Facilitating SCI research, translation and transparency: Going Public with the Open Data Commons
Funded in: 2020, 2021, 2022
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Problem: A large number of experimental data, so called “negative findings” are not published.
Target: Develop a platform to upload and store all data from preclinical SCI research (from published and unpublished experiments).
Goal: A self-sustaining and community owned fully functional Open Data Commons for SCI research
Traditionally research results are published in journals. However, most of these publications are from studies with positive and novel findings. Consequently, a large portion of experimental data from repetitions, or so called “negative findings” are lost. This is a big problem, not only because the majority of research results is never to going to see the daylight, but also because it creates a bias in how research is perceived. The results are that failed experiments may get repeated, a dramatic amount of information is lost, and we will never see the complete picture (for example how many times did a treatment work in the preclinical setting?).
To streamline research efforts, to enable meta-analysis of the entire body of research data and to ultimately facilitate translation of preclinical research in the field of spinal cord injury (SCI) we are developing a platform to upload and store all data from preclinical SCI research (from published and unpublished experiments). These data can then be shared, searched and accessed by other researchers, reducing repetition and data bias, thus creating an open and transparent approach of knowledge translation. Over the next 5 years we will work on 3 Aims to fully develop the open data commons for spinal cord injury (odc-sci.org).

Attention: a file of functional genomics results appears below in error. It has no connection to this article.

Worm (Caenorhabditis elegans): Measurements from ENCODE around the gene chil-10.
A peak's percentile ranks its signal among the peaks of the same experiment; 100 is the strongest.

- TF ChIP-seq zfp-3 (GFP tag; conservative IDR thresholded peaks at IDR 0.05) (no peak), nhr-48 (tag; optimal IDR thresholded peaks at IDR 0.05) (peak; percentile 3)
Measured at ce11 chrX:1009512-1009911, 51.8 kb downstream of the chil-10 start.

First, we will establish a process for how data is processed so it is completely and correctly entered. Second, we will continue to evolve the data platform for example to enable searches and access the data. Third, we will continuously engage with the SCI community to be familiar with the idea of data sharing and the platform. At the end of the support period we envision a self-sustaining and community owned fully functional Open Data Commons for SCI research.